DEFINITION July 2022 - Newsletter


Arri flexes its muscles with a new camera that harks back to the company’s formative years History repeats itself

C ast your mind back to Underground map was unveiled to the public and 21-year-old Erich Kaestner first walked through the doors at Arri. Kaestner joined as a product designer, and was tasked with penning a new model featuring a reflex viewfinder. In 1936, a working prototype was paraded, before a production version – the Arriflex 35 – was premiered at Leipzig a year later. The camera used a spinning mirror to provide WYSIWYG parallax-free viewing. But, of equal importance, 1933. Franklin D. Roosevelt became the 32nd US president, the London it was lightweight and portable. Revolutionary and revelatory in equal measure, the Arriflex 35 established a new standard. Fast-forward to 2022 and it’s no coincidence that Arri’s latest model – the Alexa 35 – bears a similar moniker to its 85-year-old

predecessor. Small, rugged and giving filmmakers more creative control, its compact dimensions no longer mean compromise. Previous Alexa models have been available in two flavours: one larger, fully specified, the other smaller, but with trimmed functionality. Not so here. The Alexa 35 is small in size, but packs a hefty punch. A veritable Floyd Mayweather Jr for the modern cinematographer. Like many companies in the 21st century, Arri bases at least some of its product development on user feedback. According to managing director Stephan Schenk, resolution was top of the list this time around, without any adverse effects on image quality, naturally. Other requested developments included more creative choices for the user and improved handling of highlights. If those were on your Arri wish list, you’ll be delighted to hear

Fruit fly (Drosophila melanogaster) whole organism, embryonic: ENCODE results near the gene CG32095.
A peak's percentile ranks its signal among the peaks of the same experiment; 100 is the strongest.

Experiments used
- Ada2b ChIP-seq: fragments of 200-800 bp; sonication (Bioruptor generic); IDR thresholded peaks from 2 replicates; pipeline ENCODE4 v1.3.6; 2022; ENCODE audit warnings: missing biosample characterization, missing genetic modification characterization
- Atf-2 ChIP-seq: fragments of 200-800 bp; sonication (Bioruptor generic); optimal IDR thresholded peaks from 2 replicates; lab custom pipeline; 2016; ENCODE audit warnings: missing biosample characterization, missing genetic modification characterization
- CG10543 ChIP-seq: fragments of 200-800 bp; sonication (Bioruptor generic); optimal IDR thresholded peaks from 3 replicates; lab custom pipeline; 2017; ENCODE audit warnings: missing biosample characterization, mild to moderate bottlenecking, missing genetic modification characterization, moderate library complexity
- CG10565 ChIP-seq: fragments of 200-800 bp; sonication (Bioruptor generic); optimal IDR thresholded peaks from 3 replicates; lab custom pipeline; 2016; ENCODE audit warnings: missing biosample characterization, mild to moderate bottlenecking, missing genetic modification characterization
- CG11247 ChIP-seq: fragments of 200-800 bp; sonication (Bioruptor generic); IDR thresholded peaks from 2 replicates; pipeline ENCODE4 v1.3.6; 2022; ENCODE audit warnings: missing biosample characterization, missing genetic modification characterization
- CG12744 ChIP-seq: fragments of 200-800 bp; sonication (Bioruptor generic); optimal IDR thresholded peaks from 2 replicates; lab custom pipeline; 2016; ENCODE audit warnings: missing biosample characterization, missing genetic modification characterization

TOTAL PACKAGE The compact, yet fully featured Alexa 35 hones in on resolution and dynamic range


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